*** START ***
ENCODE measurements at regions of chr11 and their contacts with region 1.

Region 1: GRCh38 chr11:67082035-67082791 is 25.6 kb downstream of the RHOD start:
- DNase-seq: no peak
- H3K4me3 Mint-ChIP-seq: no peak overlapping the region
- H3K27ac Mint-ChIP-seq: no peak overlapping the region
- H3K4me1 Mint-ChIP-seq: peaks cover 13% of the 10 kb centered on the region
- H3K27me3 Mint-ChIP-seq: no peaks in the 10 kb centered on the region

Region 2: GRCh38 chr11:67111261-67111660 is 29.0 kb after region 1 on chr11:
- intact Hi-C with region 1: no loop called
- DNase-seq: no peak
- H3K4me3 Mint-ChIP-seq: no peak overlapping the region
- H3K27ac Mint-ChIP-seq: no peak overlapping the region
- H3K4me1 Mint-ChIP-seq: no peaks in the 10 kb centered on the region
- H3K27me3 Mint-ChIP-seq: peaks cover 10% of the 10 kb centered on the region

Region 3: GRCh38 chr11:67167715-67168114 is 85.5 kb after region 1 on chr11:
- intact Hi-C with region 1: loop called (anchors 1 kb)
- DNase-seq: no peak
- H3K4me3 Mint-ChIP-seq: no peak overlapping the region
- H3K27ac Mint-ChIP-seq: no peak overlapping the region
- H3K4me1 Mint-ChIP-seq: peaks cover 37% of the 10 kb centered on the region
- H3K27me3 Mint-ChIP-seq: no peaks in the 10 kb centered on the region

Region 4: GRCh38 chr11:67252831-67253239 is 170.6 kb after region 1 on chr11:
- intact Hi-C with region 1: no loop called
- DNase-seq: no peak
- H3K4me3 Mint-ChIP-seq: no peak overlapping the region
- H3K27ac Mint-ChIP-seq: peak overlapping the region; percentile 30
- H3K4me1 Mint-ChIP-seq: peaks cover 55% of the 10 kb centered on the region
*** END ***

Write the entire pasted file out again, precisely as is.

ENCODE measurements at regions of chr11 and their contacts with region 1.

Region 1: GRCh38 chr11:67082035-67082791 is 25.6 kb downstream of the RHOD start:
- DNase-seq: no peak
- H3K4me3 Mint-ChIP-seq: no peak overlapping the region
- H3K27ac Mint-ChIP-seq: no peak overlapping the region
- H3K4me1 Mint-ChIP-seq: peaks cover 13% of the 10 kb centered on the region
- H3K27me3 Mint-ChIP-seq: no peaks in the 10 kb centered on the region

Region 2: GRCh38 chr11:67111261-67111660 is 29.0 kb after region 1 on chr11:
- intact Hi-C with region 1: no loop called
- DNase-seq: no peak
- H3K4me3 Mint-ChIP-seq: no peak overlapping the region
- H3K27ac Mint-ChIP-seq: no peak overlapping the region
- H3K4me1 Mint-ChIP-seq: no peaks in the 10 kb centered on the region
- H3K27me3 Mint-ChIP-seq: peaks cover 10% of the 10 kb centered on the region

Region 3: GRCh38 chr11:67167715-67168114 is 85.5 kb after region 1 on chr11:
- intact Hi-C with region 1: loop called (anchors 1 kb)
- DNase-seq: no peak
- H3K4me3 Mint-ChIP-seq: no peak overlapping the region
- H3K27ac Mint-ChIP-seq: no peak overlapping the region
- H3K4me1 Mint-ChIP-seq: peaks cover 37% of the 10 kb centered on the region
- H3K27me3 Mint-ChIP-seq: no peaks in the 10 kb centered on the region

Region 4: GRCh38 chr11:67252831-67253239 is 170.6 kb after region 1 on chr11:
- intact Hi-C with region 1: no loop called
- DNase-seq: no peak
- H3K4me3 Mint-ChIP-seq: no peak overlapping the region
- H3K27ac Mint-ChIP-seq: peak overlapping the region; percentile 30
- H3K4me1 Mint-ChIP-seq: peaks cover 55% of the 10 kb centered on the region